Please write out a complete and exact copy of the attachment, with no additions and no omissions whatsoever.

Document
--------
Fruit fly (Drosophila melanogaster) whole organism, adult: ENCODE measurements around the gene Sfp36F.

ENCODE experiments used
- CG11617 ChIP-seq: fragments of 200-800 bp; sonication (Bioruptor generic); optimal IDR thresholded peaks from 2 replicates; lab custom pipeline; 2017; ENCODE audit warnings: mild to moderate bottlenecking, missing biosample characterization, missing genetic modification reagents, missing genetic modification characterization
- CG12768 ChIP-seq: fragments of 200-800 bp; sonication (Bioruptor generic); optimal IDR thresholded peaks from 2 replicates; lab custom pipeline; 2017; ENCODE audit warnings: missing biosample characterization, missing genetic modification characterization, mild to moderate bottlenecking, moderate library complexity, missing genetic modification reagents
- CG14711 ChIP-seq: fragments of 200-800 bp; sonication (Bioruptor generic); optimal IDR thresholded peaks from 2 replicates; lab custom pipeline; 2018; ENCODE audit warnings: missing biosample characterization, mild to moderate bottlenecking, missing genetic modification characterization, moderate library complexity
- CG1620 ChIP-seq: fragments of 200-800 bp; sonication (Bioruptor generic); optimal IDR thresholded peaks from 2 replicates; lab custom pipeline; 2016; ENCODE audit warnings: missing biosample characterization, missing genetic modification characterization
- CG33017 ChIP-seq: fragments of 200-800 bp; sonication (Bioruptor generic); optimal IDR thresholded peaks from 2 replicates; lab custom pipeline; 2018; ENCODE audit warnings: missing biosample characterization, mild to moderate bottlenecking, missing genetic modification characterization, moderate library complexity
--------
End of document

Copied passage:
Fruit fly (Drosophila melanogaster) whole organism, adult: ENCODE measurements around the gene Sfp36F.

ENCODE experiments used
- CG11617 ChIP-seq: fragments of 200-800 bp; sonication (Bioruptor generic); optimal IDR thresholded peaks from 2 replicates; lab custom pipeline; 2017; ENCODE audit warnings: mild to moderate bottlenecking, missing biosample characterization, missing genetic modification reagents, missing genetic modification characterization
- CG12768 ChIP-seq: fragments of 200-800 bp; sonication (Bioruptor generic); optimal IDR thresholded peaks from 2 replicates; lab custom pipeline; 2017; ENCODE audit warnings: missing biosample characterization, missing genetic modification characterization, mild to moderate bottlenecking, moderate library complexity, missing genetic modification reagents
- CG14711 ChIP-seq: fragments of 200-800 bp; sonication (Bioruptor generic); optimal IDR thresholded peaks from 2 replicates; lab custom pipeline; 2018; ENCODE audit warnings: missing biosample characterization, mild to moderate bottlenecking, missing genetic modification characterization, moderate library complexity
- CG1620 ChIP-seq: fragments of 200-800 bp; sonication (Bioruptor generic); optimal IDR thresholded peaks from 2 replicates; lab custom pipeline; 2016; ENCODE audit warnings: missing biosample characterization, missing genetic modification characterization
- CG33017 ChIP-seq: fragments of 200-800 bp; sonication (Bioruptor generic); optimal IDR thresholded peaks from 2 replicates; lab custom pipeline; 2018; ENCODE audit warnings: missing biosample characterization, mild to moderate bottlenecking, missing genetic modification characterization, moderate library complexity